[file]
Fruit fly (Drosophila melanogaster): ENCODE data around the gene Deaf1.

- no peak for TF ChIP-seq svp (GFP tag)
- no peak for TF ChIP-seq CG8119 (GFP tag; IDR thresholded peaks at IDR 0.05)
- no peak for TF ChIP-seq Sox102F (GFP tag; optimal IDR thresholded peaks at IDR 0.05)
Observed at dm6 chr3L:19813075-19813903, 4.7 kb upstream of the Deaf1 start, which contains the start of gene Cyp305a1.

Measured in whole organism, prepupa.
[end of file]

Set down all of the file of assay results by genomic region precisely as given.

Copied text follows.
Fruit fly (Drosophila melanogaster): ENCODE data around the gene Deaf1.

- no peak for TF ChIP-seq svp (GFP tag)
- no peak for TF ChIP-seq CG8119 (GFP tag; IDR thresholded peaks at IDR 0.05)
- no peak for TF ChIP-seq Sox102F (GFP tag; optimal IDR thresholded peaks at IDR 0.05)
Observed at dm6 chr3L:19813075-19813903, 4.7 kb upstream of the Deaf1 start, which contains the start of gene Cyp305a1.

Measured in whole organism, prepupa.